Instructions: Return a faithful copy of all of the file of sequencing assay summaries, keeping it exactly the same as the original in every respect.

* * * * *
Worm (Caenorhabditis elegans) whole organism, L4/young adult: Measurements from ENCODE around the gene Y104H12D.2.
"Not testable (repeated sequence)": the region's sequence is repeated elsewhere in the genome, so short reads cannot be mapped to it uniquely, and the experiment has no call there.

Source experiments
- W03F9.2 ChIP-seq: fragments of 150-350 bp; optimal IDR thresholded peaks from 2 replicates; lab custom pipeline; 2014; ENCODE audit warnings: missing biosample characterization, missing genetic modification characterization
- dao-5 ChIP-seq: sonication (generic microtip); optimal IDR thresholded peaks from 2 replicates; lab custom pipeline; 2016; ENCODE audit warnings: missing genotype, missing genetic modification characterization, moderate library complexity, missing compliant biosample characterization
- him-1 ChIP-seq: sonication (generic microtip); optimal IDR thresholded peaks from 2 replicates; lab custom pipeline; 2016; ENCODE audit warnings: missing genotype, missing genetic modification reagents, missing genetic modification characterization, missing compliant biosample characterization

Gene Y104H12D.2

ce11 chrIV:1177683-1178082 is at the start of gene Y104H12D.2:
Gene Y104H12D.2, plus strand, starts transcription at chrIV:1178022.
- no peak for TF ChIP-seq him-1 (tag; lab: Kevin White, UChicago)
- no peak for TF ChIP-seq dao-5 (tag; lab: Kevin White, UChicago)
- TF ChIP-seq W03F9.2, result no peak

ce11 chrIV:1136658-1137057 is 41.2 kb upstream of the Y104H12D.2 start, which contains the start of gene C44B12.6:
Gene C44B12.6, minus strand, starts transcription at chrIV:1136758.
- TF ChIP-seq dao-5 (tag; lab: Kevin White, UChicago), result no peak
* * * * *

Worm (Caenorhabditis elegans) whole organism, L4/young adult: Measurements from ENCODE around the gene Y104H12D.2.
"Not testable (repeated sequence)": the region's sequence is repeated elsewhere in the genome, so short reads cannot be mapped to it uniquely, and the experiment has no call there.

Source experiments
- W03F9.2 ChIP-seq: fragments of 150-350 bp; optimal IDR thresholded peaks from 2 replicates; lab custom pipeline; 2014; ENCODE audit warnings: missing biosample characterization, missing genetic modification characterization
- dao-5 ChIP-seq: sonication (generic microtip); optimal IDR thresholded peaks from 2 replicates; lab custom pipeline; 2016; ENCODE audit warnings: missing genotype, missing genetic modification characterization, moderate library complexity, missing compliant biosample characterization
- him-1 ChIP-seq: sonication (generic microtip); optimal IDR thresholded peaks from 2 replicates; lab custom pipeline; 2016; ENCODE audit warnings: missing genotype, missing genetic modification reagents, missing genetic modification characterization, missing compliant biosample characterization

Gene Y104H12D.2

ce11 chrIV:1177683-1178082 is at the start of gene Y104H12D.2:
Gene Y104H12D.2, plus strand, starts transcription at chrIV:1178022.
- no peak for TF ChIP-seq him-1 (tag; lab: Kevin White, UChicago)
- no peak for TF ChIP-seq dao-5 (tag; lab: Kevin White, UChicago)
- TF ChIP-seq W03F9.2, result no peak

ce11 chrIV:1136658-1137057 is 41.2 kb upstream of the Y104H12D.2 start, which contains the start of gene C44B12.6:
Gene C44B12.6, minus strand, starts transcription at chrIV:1136758.
- TF ChIP-seq dao-5 (tag; lab: Kevin White, UChicago), result no peak